“Swedes have grown accustomed to the idea that babies cannot be potty trained, but that parents need to diaper-changing-station-mfilewait until they are mature, usually when they decide that they no longer want diapers,” said a recent University of Gothenburg study that explored the potty training process.

I guess we can say that the general view of potty training in America is about the same as the Swedish: most parents potty train their children at two or three years of age or when they deem them mature enough. The child usually doesn’t get to help decide when that is and sometimes the parents sick of handling diapers will expedite the process.

One article I found said the average child will end up using a total of 6,000-7,000 disposable diapers by age two. That article, written in 2010, also broke down the cost per diaper of several diaper brands and the cost per year from birth to age two: $1,000-$2,240. Cloth diapers have become popular again with parents who say they are saving money and diverting diapers from landfills.

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The Howler Monkeys in Veracruz are Stressed Out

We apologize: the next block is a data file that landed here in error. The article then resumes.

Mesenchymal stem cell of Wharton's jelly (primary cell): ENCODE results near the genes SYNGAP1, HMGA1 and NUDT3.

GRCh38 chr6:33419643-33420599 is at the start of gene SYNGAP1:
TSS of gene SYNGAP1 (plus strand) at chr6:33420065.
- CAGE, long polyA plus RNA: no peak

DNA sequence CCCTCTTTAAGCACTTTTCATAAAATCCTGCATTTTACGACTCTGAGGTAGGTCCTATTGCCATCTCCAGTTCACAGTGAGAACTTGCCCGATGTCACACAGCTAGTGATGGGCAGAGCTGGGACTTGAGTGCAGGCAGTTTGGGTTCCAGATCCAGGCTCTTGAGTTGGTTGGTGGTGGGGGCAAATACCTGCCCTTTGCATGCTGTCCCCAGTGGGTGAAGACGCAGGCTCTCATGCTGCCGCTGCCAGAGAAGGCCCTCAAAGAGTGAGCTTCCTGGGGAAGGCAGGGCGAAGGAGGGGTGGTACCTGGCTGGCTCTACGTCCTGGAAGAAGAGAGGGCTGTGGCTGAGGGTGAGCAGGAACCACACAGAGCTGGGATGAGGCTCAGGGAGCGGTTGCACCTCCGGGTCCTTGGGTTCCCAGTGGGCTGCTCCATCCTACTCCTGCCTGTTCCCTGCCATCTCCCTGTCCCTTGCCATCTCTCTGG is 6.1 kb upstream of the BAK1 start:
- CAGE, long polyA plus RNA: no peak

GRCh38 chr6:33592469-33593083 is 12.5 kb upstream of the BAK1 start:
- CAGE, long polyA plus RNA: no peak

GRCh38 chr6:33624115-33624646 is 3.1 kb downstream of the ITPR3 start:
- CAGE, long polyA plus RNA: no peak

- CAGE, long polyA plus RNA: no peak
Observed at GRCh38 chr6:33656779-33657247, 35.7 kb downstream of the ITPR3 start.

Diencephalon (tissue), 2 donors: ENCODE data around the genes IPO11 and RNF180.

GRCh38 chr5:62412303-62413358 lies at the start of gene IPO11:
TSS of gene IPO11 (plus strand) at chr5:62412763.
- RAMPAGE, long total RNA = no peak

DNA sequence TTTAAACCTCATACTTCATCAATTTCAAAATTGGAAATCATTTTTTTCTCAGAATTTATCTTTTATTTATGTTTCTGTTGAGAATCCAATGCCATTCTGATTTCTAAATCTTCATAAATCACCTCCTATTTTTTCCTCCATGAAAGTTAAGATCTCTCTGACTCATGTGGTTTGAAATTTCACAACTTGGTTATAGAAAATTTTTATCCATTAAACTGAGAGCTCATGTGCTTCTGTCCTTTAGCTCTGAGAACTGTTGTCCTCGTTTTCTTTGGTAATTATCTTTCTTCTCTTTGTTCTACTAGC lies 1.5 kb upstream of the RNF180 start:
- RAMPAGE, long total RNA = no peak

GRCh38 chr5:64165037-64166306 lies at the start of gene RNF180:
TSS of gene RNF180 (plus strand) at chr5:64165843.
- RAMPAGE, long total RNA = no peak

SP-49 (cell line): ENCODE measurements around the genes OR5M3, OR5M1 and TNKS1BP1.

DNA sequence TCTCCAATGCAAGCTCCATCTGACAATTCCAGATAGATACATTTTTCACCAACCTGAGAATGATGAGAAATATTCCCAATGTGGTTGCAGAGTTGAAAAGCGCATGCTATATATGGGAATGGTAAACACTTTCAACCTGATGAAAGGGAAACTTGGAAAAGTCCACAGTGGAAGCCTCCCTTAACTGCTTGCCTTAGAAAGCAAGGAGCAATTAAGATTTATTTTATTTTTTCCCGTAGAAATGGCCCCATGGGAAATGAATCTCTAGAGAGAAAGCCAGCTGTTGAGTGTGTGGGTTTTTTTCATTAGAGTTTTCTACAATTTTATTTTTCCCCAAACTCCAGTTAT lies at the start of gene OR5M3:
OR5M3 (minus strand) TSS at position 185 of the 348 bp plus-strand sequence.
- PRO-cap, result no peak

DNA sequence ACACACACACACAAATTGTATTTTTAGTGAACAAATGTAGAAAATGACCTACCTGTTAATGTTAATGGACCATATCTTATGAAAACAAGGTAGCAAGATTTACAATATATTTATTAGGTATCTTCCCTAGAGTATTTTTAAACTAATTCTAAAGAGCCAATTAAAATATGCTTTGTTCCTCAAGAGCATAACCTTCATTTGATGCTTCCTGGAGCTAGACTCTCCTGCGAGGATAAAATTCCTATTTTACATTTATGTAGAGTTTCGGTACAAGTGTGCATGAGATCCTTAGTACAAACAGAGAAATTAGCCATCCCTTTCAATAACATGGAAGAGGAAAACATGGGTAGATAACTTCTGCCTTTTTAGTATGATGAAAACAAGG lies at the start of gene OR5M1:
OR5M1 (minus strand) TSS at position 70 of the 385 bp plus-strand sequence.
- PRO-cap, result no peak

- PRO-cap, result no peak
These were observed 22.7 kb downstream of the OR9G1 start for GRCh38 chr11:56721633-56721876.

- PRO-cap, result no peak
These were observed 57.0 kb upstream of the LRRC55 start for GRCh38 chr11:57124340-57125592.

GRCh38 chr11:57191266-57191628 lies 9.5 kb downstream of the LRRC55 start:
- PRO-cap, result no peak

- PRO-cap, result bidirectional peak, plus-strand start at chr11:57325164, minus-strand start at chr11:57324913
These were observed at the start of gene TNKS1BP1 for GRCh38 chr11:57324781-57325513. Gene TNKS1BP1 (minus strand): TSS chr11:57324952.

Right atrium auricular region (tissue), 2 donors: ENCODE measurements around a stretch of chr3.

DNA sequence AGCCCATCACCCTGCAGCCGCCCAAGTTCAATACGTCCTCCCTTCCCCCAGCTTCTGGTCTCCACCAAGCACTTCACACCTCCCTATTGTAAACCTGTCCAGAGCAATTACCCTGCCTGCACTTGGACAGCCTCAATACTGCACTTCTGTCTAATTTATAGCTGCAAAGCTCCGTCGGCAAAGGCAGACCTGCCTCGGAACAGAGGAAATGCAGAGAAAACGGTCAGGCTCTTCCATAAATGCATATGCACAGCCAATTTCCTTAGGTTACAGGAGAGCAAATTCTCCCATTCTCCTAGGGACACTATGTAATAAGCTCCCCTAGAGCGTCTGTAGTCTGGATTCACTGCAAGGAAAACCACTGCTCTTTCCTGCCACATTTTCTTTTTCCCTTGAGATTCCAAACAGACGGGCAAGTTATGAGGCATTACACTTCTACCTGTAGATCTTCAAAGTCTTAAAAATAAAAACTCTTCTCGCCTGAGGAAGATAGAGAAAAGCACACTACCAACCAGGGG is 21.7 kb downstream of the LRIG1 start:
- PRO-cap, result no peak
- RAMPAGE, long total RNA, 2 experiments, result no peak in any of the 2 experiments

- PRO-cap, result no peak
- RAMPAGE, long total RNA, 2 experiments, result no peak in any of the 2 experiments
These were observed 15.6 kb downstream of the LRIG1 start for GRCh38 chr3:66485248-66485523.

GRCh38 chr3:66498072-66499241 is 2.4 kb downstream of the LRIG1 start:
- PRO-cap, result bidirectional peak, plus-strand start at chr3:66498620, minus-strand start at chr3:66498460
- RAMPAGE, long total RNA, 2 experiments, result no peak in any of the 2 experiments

Posted by Samina Cabral
Samina Cabral
Samina Cabral is a native Southern Californian who now resides on the shores of
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on Wednesday, 23 January 2013
in Mother Nature's Big and Small

There is a reason why after listening to a focus group an unknown corporation somewhere coined thehowler-monkey-Arturo-Gonzalez-Zamora phrase “one-stop shopping” because having to visit more than a couple of stores in a day for the things you need can stress you out.  

You hear the plea from friends and relatives all the time: “I just want to go in, get what I need, and get out.” When did going to the store for cereal and coffee turn into an expedition on par with fighting your way into a jungle to retrieve the artifacts of a lost civilization? We have choices though and that’s what makes being a human so nice.

But you know who doesn’t have a choice when it comes to where they get their food? The endangered howler monkeys living in the fragmented forests of Mexico.